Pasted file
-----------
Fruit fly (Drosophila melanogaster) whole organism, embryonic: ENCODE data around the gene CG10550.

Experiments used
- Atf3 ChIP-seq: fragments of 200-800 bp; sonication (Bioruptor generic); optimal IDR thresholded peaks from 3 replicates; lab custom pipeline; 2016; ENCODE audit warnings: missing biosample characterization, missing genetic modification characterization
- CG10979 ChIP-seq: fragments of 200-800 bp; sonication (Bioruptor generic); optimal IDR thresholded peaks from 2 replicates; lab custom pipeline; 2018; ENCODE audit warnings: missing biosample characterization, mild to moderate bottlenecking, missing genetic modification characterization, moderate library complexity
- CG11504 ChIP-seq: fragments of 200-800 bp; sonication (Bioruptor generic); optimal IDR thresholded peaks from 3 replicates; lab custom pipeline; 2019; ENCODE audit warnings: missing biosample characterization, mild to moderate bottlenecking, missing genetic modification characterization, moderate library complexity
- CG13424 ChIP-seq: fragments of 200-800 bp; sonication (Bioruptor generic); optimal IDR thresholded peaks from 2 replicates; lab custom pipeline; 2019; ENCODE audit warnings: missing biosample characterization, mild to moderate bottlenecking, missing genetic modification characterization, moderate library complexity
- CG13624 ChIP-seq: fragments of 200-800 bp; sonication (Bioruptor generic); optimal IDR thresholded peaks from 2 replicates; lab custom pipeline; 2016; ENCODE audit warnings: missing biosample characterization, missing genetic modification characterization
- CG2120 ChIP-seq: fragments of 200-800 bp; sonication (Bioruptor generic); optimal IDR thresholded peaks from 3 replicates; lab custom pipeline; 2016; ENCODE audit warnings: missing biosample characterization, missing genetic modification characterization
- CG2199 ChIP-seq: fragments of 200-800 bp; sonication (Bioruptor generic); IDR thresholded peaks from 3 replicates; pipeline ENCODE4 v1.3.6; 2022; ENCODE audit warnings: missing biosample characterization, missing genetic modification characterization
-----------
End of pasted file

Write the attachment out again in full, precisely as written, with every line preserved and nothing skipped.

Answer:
Fruit fly (Drosophila melanogaster) whole organism, embryonic: ENCODE data around the gene CG10550.

Experiments used
- Atf3 ChIP-seq: fragments of 200-800 bp; sonication (Bioruptor generic); optimal IDR thresholded peaks from 3 replicates; lab custom pipeline; 2016; ENCODE audit warnings: missing biosample characterization, missing genetic modification characterization
- CG10979 ChIP-seq: fragments of 200-800 bp; sonication (Bioruptor generic); optimal IDR thresholded peaks from 2 replicates; lab custom pipeline; 2018; ENCODE audit warnings: missing biosample characterization, mild to moderate bottlenecking, missing genetic modification characterization, moderate library complexity
- CG11504 ChIP-seq: fragments of 200-800 bp; sonication (Bioruptor generic); optimal IDR thresholded peaks from 3 replicates; lab custom pipeline; 2019; ENCODE audit warnings: missing biosample characterization, mild to moderate bottlenecking, missing genetic modification characterization, moderate library complexity
- CG13424 ChIP-seq: fragments of 200-800 bp; sonication (Bioruptor generic); optimal IDR thresholded peaks from 2 replicates; lab custom pipeline; 2019; ENCODE audit warnings: missing biosample characterization, mild to moderate bottlenecking, missing genetic modification characterization, moderate library complexity
- CG13624 ChIP-seq: fragments of 200-800 bp; sonication (Bioruptor generic); optimal IDR thresholded peaks from 2 replicates; lab custom pipeline; 2016; ENCODE audit warnings: missing biosample characterization, missing genetic modification characterization
- CG2120 ChIP-seq: fragments of 200-800 bp; sonication (Bioruptor generic); optimal IDR thresholded peaks from 3 replicates; lab custom pipeline; 2016; ENCODE audit warnings: missing biosample characterization, missing genetic modification characterization
- CG2199 ChIP-seq: fragments of 200-800 bp; sonication (Bioruptor generic); IDR thresholded peaks from 3 replicates; pipeline ENCODE4 v1.3.6; 2022; ENCODE audit warnings: missing biosample characterization, missing genetic modification characterization